Remember how amazing you are

I’m not saying it’s easier than you think – it’s harder than I could’ve possibly imagined. But then, you are stronger than you ever thought you were. Being VI means that our whole lives people have assumed we can’t do certain things or we have had to work harder than our sighted peers and sometimes we have even had to fight for the things we want. Think of how we have done things that either someone didn’t think we could do, or we ourselves were not sure we could do. Whether it’s big things like going to university or getting a job, or little things that feel big, like getting on a train by yourself or finding the semi skimmed milk at the supermarket, remember how it felt when you thought, or were told, you couldn’t do it. Then remember when you did do it. You have already overcome so much. Now fast forward twenty years from now. You will see what an amazing mum you are. Mothers have an ability to dig deeper than ever before to find the strength and courage to do what they need to do for their children. You will do the same. Sometimes that means you do things you never thought you were capable of. Other times, it’s having the courage to ask for help when you need it. That’s OK. Nobody said you have to do it all, and do it alone. Sometimes asking for help is the right thing to do. Talk to your husband, mum, friend or health visitor and know that by asking for help, you are being a great mum.

Look after baby, but look after you

We’ve all heard the phrase “You can’t pour from an empty cup”. So fill up your cup. You need to look after yourself in order to care for you baby. If you leave yourself at the bottom of the pile, you won’t be your best self and won’t have as much to give to your baby. So eat, shower, sleep when you can. Do something for you, whether that’s having a hot bath, putting on make up and doing your hair, or reading a book. Whatever floats your boat, do a little something to recharge, energise and fill up your cup.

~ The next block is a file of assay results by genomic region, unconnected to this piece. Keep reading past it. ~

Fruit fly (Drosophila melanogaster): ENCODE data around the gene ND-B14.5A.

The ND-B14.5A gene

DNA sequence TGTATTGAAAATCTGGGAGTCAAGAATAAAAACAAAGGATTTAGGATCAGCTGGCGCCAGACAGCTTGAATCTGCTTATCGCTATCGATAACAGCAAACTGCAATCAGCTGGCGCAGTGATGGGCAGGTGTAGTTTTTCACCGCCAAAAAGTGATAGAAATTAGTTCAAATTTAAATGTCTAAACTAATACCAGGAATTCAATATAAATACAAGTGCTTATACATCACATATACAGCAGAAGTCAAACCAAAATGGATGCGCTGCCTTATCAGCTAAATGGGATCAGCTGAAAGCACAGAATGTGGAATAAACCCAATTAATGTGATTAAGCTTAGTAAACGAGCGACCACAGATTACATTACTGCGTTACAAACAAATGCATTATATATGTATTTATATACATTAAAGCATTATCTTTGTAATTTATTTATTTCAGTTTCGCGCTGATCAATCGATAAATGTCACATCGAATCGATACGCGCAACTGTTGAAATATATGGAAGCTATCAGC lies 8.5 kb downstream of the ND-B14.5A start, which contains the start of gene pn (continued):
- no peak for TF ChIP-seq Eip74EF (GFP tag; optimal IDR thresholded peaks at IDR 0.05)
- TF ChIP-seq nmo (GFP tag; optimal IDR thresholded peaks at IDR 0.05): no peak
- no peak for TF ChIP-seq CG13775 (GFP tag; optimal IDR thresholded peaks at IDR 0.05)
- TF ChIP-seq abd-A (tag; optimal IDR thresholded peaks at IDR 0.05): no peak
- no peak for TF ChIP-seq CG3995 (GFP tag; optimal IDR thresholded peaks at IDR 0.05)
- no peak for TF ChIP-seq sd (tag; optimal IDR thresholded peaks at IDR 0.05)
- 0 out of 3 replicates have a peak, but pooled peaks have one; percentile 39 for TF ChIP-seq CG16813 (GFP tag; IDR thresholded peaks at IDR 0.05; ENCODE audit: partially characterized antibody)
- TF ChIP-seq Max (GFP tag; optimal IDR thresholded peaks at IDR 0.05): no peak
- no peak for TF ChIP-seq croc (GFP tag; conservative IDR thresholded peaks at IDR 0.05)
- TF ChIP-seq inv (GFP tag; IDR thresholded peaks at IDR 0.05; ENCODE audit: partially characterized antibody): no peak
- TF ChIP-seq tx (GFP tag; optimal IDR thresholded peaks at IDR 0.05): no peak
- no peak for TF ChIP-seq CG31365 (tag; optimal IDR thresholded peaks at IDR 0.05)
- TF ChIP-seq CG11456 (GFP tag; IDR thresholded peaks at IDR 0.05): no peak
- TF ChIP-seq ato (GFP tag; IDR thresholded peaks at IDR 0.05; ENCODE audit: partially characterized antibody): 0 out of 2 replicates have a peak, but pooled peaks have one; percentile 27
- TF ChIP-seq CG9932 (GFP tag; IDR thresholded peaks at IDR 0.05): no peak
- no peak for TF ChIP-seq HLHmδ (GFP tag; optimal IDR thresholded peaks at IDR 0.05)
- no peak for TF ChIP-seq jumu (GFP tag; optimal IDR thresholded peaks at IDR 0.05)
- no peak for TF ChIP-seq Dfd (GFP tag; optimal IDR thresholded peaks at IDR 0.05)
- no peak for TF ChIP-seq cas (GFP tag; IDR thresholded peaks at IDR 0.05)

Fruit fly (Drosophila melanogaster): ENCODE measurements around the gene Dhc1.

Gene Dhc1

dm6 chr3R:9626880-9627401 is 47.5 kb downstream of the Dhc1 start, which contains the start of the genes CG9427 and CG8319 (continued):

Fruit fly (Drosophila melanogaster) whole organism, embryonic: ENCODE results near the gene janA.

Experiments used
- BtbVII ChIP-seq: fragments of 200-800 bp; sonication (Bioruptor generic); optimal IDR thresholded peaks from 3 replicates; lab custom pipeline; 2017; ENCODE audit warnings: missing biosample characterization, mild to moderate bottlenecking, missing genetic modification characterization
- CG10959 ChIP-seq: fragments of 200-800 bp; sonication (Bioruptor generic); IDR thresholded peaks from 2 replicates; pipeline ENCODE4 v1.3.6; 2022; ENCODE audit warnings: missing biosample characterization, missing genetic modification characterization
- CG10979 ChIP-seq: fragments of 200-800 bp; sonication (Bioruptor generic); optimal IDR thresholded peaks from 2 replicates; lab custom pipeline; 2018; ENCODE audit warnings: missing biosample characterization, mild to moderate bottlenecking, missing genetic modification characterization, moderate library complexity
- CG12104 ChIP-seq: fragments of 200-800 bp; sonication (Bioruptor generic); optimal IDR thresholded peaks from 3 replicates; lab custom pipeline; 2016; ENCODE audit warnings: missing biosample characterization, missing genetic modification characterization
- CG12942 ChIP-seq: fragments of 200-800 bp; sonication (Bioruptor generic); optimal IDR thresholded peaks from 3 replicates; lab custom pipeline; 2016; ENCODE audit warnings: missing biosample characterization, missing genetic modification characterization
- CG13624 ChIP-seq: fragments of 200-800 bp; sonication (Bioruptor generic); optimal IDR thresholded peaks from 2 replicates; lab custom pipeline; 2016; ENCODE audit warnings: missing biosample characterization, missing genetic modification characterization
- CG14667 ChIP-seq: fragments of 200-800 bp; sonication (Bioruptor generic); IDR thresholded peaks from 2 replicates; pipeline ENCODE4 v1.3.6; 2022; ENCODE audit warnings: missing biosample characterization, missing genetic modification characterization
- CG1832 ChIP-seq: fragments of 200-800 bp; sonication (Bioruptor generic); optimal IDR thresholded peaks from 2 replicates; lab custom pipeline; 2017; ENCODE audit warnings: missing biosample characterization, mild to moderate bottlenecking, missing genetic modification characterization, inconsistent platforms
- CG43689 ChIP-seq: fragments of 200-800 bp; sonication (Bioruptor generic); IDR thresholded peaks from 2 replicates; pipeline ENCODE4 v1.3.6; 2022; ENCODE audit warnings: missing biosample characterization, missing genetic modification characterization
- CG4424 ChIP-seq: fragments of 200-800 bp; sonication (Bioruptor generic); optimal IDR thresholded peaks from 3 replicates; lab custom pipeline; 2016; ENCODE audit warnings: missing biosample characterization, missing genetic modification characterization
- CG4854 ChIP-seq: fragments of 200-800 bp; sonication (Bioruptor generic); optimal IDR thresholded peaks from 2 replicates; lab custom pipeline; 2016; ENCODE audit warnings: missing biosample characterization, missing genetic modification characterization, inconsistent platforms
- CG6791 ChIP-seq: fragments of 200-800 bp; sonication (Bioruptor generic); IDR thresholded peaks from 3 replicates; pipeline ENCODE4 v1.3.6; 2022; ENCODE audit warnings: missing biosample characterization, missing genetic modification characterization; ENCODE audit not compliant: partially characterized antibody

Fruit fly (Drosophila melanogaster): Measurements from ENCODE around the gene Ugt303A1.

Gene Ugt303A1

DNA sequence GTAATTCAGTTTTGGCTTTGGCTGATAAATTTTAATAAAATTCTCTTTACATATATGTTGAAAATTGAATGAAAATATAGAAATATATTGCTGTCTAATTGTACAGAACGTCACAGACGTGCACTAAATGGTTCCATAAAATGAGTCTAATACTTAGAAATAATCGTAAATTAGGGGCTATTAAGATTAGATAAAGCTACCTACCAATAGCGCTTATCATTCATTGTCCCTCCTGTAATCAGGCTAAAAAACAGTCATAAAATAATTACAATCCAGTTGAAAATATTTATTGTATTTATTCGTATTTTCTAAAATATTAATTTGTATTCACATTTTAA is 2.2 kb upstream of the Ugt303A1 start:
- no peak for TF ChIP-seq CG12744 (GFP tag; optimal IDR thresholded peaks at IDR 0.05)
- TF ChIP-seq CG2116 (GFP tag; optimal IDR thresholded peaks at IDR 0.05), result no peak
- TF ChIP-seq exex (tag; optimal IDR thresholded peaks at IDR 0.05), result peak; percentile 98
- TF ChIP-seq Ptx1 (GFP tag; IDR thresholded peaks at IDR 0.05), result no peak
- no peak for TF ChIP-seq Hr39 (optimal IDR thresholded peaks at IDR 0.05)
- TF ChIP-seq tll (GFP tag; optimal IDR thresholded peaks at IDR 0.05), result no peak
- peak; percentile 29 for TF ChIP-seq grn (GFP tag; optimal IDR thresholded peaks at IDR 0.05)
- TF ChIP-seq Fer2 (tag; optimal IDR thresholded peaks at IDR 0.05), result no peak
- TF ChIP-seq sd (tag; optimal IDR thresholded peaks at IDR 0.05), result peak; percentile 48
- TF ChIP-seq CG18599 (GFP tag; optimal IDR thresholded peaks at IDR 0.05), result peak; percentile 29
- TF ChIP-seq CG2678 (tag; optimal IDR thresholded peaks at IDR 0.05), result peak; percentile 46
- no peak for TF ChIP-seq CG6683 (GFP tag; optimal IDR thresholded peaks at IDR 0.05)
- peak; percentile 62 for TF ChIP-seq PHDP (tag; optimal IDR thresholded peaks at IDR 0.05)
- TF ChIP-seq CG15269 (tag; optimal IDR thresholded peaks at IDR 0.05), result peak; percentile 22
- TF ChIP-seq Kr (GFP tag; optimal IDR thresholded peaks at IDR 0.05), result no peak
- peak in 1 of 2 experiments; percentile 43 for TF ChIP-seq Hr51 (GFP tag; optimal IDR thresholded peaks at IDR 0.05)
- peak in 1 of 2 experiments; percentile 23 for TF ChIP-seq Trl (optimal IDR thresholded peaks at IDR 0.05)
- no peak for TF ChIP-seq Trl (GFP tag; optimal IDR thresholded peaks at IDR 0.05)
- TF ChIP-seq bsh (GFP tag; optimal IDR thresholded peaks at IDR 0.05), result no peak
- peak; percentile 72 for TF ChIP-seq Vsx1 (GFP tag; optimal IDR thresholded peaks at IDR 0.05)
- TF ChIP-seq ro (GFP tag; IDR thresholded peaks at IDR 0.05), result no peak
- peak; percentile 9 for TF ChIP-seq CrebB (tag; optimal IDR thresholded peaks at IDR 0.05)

Relish in those moments

“The days are long, but the years are short” is something you hear a lot as a new mum. Probably because there’s truth in it. Yes, it’s tough at times, but these moments will pass, which is both good and bad.

Study your baby and make a promise to never forget these early days. Memorise the contours of your baby’s little head, feel the tiny features on their face. Let them wrap their little hands around your finger and remember how it feels. Bank their newly bathed scent in your memory. Record their little giggles in your mind. Feel how small they are on you shoulder, how warm they feel when they fall asleep on you. Never forget how your baby feels, how they sound and how they smell. I’ve always been doubtful that our other senses are heightened because we can’t see, but use those senses that you have now. Use them to capture as much of your time with your newborn as you can. Because soon, they’ll be walking and talking and they won’t be a baby anymore. They will have grown and become this awesome little person, all because you are an incredible mum.

Sending you love, from one blind mum to another,

Ming. x

If you enjoyed this post, you might like my 10 Newborn Baby Tips for Visually Impaired Mums.